POLITICS
03/22/2018 10:24 pm ET Updated Mar 23, 2018

Here Are 6 Of John Bolton's Most Belligerent Op-Eds In Recent Years

A taste of what's to come?

President Donald Trump named John Bolton, the former U.S. ambassador to the United Nations and one of the most controversial figures in foreign policy, as his new national security adviser. 

In a tweet on Thursday, the president said Bolton would replace Army Lt. Gen. H.R. McMaster starting on April 9.

Bolton was the U.N. ambassador under former President George W. Bush. He also served in the State Department under presidents George H. W. Bush and Ronald Reagan. 

His return to the White House marks a polarizing move for the administration, even by Trump’s standards. In interviews and statements over the years, Bolton has expressed a hawkish approach to foreign policy and a penchant for the most aggressive tactics. He is also a prolific writer, detailing his strong views in dozens of books and op-eds over the years.

Here are excerpts from six op-eds that put Bolton’s hawkishness on display and provide a taste of what may be to come in his role as national security adviser.

The Legal Case For Striking North Korea First,” The Wall Street Journal, 2018

Pre-emption opponents argue that action is not justified because Pyongyang does not constitute an “imminent threat.” They are wrong. The threat is imminent, and the case against pre-emption rests on the misinterpretation of a standard that derives from prenuclear, pre-ballistic-missile times. Given the gaps in U.S. intelligence about North Korea, we should not wait until the very last minute. That would risk striking after the North has deliverable nuclear weapons, a much more dangerous situation. [...]

In contemporary times, Israel has already twice struck nuclear-weapons programs in hostile states: destroying the Osirak reactor outside Baghdad in 1981 and a Syrian reactor being built by North Koreans in 2007.

This is how we should think today about the threat of nuclear warheads delivered by ballistic missiles. In 1837 Britain unleashed pre-emptive “fire and fury” against a wooden steamboat. It is perfectly legitimate for the United States to respond to the current “necessity” posed by North Korea’s nuclear weapons by striking first.

To Stop Iran’s Bomb, Bomb Iran,” The New York Times, 2015

The inescapable conclusion is that Iran will not negotiate away its nuclear program. Nor will sanctions block its building a broad and deep weapons infrastructure. The inconvenient truth is that only military action like Israel’s 1981 attack on Saddam Hussein’s Osirak reactor in Iraq or its 2007 destruction of a Syrian reactor, designed and built by North Korea, can accomplish what is required. Time is terribly short, but a strike can still succeed.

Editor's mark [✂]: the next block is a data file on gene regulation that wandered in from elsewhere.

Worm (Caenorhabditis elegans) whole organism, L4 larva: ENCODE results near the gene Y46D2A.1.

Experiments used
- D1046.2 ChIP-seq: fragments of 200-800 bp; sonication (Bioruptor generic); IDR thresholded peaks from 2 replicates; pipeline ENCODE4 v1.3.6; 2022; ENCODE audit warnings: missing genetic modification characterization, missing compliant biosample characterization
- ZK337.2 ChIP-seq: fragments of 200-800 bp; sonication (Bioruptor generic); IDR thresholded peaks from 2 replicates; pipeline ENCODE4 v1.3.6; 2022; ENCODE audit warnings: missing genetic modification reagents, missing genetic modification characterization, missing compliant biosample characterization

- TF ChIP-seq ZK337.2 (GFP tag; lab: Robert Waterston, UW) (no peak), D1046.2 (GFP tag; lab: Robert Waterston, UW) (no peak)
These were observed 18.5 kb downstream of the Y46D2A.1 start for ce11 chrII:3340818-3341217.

Rendering inoperable the Natanz and Fordow uranium-enrichment installations and the Arak heavy-water production facility and reactor would be priorities. So, too, would be the little-noticed but critical uranium-conversion facility at Isfahan. An attack need not destroy all of Iran’s nuclear infrastructure, but by breaking key links in the nuclear-fuel cycle, it could set back its program by three to five years. The United States could do a thorough job of destruction, but Israel alone can do what’s necessary. Such action should be combined with vigorous American support for Iran’s opposition, aimed at regime change in Tehran.

A ‘Three-State Solution’ For Middle East Peace,” The Washington Times, 2014

For more than two decades, U.S. policymakers have generally acceded to Palestinian insistence that a new state be created for them, stitching together the Gaza Strip and the West Bank. These territories have no particular history either of national identity or of economic interdependence. They are simply bits and pieces of the collapsed Ottoman Empire and the failed League of Nations’ post-World War I mandate system.

The only logic underlying the demand for a Palestinian state is the political imperative of Israel’s opponents to weaken and encircle the Jewish state, thereby minimizing its potential to establish secure and defensible borders. The cruelest irony is that by using the Palestinian people as the tip of the spear against Israel, their supposed advocates have caused the Palestinians extensive suffering. Their economic well-being, their potential for development and the prospect of living under a noncorrupt, representative government have been lost in the shuffle of challenging Israel’s very right to exist.